Observers have an early look at how bad things are in the manufacturing sector. The April 1 publication of the Institute for Supply Management’s monthly purchasing managers’ index shows new orders received by factories fell to the lowest level since the end of the Great Recession. The manufacturing index fell from 50.1% to 49.1%.
In at least 30 states, shelter-in-place orders have forced factory shutdowns.
“About a week ago our factory in Michigan had to shut down, because of a local state order,” Jim Keane, CEO of Michigan-based office manufacturing giant Steelcase, said. “We continue to make product in Alabama. Our California plants had to shut down. Our Texas plants are also facing local restrictions.”
In the last couple weeks, regional manufacturing indices in Texas, New York and Philadelphia have plummeted. But the national picture is still emerging.
“We have no point of reference,” Rubeela Farooqi, chief U.S. economist at High Frequency Economics, said. “I’m forecasting everything, but I have much less confidence in all the estimates I’m putting out there. You know, we haven’t been in a situation like this.”
She says it could take three to six months of data to understand the pain in the factory economy, and when it might bounce back. Still, manufacturing may be faring better than a service sector now flat on its back.
“Industrial companies are generally not on the front lines of the localized disruptions,” said Karen Harris, macro trends managing director at Bain and Co., “compared to high-touch consumer businesses like hotels and retail.”
To her, the silver lining is how American factories are showing flexibility in this crisis. Several U.S. automakers, for instance, have begun the process to produce ventilators for hospitals.
And at Steelcase, business is already changing, according to Keane. Customers are requesting office equipment with more safety and distance barriers, along with video chat-friendly design.
“As we come out of this crisis, we will emerge into a new normal, where people will have different sensibilities about infection control and so on,” Keane said. “And that’ll affect the way we live, and that’ll affect the way we work.”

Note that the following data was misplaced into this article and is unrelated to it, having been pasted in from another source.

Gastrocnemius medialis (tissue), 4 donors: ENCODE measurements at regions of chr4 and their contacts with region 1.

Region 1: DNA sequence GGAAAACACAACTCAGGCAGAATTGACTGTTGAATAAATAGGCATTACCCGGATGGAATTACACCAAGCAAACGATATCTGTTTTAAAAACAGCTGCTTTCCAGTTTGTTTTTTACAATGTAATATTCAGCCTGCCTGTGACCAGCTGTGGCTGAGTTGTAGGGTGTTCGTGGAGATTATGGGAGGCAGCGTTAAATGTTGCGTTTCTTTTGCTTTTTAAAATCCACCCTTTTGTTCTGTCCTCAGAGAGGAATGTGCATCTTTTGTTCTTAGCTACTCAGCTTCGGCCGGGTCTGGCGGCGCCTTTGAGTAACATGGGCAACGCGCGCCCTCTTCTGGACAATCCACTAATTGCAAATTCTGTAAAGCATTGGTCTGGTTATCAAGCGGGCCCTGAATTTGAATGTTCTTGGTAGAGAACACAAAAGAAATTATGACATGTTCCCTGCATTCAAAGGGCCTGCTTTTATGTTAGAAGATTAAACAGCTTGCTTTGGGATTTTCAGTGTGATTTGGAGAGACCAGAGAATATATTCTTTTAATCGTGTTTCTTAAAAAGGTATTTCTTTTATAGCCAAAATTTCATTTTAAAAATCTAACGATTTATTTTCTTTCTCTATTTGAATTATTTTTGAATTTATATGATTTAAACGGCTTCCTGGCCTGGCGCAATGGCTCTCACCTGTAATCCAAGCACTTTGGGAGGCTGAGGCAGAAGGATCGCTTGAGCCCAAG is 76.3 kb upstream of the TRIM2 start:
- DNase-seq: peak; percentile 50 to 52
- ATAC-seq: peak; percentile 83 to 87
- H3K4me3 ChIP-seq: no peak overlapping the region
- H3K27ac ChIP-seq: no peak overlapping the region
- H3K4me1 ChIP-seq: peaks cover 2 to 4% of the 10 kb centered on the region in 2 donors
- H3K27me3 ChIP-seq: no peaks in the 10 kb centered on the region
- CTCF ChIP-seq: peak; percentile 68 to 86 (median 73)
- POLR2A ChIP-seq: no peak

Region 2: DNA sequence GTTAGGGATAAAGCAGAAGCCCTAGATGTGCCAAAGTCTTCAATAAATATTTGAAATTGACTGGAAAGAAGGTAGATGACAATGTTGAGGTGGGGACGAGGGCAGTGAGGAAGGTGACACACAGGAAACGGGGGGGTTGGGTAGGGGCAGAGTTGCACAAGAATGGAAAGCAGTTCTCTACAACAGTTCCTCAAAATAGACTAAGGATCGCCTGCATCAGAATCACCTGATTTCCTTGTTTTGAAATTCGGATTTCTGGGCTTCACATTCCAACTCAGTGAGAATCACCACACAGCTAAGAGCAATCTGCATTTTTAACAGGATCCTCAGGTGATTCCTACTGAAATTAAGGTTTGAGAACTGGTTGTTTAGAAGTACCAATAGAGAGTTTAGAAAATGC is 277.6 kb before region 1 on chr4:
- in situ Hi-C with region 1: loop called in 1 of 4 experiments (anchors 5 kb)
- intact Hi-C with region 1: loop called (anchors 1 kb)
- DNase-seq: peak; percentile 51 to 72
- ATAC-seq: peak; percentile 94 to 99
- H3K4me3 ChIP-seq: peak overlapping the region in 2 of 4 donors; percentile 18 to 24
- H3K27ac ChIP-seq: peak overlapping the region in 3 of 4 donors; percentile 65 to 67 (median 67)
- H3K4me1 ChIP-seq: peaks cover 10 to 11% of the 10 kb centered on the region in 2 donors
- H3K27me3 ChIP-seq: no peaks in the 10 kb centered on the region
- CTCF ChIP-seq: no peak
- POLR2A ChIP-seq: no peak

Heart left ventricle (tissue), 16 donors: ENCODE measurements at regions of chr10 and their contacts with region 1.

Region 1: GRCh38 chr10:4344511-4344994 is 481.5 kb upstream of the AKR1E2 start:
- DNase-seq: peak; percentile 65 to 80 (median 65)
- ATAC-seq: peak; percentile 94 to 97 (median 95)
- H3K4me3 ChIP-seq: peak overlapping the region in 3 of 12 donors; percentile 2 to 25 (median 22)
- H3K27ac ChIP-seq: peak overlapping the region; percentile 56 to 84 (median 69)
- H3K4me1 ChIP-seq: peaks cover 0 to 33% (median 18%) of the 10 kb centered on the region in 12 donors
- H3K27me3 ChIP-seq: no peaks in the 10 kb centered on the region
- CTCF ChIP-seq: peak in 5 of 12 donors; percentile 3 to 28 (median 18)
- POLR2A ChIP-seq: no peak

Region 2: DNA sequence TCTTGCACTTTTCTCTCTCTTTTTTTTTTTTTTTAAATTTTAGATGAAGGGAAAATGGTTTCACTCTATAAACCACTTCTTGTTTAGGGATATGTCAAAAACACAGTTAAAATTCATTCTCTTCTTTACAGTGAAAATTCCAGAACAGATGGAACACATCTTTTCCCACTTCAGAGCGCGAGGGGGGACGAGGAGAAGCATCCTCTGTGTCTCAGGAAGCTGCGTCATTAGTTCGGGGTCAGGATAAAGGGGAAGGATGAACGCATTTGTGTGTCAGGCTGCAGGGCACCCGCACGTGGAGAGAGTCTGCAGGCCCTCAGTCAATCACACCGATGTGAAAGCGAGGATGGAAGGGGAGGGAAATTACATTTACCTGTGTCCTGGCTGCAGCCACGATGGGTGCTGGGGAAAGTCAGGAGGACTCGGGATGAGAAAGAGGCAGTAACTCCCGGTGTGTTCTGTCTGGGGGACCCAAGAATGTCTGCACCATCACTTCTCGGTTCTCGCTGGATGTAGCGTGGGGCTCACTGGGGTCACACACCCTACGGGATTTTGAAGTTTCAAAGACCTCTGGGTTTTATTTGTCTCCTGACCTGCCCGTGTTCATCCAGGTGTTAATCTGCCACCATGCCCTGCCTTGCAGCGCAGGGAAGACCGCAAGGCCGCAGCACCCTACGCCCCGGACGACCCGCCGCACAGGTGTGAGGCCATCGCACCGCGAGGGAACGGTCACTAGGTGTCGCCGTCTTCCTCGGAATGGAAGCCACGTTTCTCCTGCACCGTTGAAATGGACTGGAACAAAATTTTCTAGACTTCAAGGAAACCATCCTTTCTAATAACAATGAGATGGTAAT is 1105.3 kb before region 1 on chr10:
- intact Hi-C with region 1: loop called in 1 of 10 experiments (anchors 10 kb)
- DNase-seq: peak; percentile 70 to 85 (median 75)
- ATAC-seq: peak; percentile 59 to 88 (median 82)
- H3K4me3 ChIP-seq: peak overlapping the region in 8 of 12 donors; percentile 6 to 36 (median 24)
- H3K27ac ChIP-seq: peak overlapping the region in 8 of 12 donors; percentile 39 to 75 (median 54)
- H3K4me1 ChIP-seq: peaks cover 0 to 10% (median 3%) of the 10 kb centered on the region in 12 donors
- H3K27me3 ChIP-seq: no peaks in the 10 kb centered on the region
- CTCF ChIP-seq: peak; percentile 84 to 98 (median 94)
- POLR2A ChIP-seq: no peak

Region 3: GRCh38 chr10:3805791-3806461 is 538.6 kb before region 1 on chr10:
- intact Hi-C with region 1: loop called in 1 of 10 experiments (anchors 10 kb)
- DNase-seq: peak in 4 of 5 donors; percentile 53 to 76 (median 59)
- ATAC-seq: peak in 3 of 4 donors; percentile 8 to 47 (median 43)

Keane compared the coming change to the post-9/11 world, saying life will be different and factories will adjust.
That is, factories that survive the shakeout.
COVID-19 Economy FAQs
New COVID-19 cases and deaths in the U.S. are on the rise. How are Americans reacting?
Johns Hopkins University reports the seven-day average of new cases hit 68,767 on Sunday — a record — eclipsing the previous record hit in late July during the second, summer wave of infection. A funny thing is happening with consumers though: Even as COVID-19 cases rise, Americans don’t appear to be shying away from stepping indoors to shop or eat or exercise. Morning Consult asked consumers how comfortable they feel going out to eat, to the shopping mall or on a vacation. And their willingness has been rising. Surveys find consumers’ attitudes vary by age and income, and by political affiliation, said Chris Jackson, who heads up polling at Ipsos.
How many people are flying? Has traveled picked up?
Flying is starting to recover to levels the airline industry hasn’t seen in months. The Transportation Security Administration announced on Oct. 19 that it’s screened more than 1 million passengers on a single day — its highest number since March 17. The TSA also screened more than 6 million passengers last week, its highest weekly volume since the start of the COVID-19 pandemic. While travel is improving, the TSA announcement comes amid warnings that the U.S. is in the third wave of the coronavirus. There are now more than 8 million cases in the country, with more than 219,000 deaths.
How are Americans feeling about their finances?
Nearly half of all Americans would have trouble paying for an unexpected $250 bill and a third of Americans have less income than before the pandemic, according to the latest results of our Marketplace-Edison Poll. Also, 6 in 10 Americans think that race has at least some impact on an individual’s long-term financial situation, but Black respondents are much more likely to think that race has a big impact on a person’s long-term financial situation than white or Hispanic/Latinx respondents.
Find the rest of the poll results here, which cover how Americans have been faring financially about six months into the pandemic, race and equity within the workplace and some of the key issues Trump and Biden supporters are concerned about.
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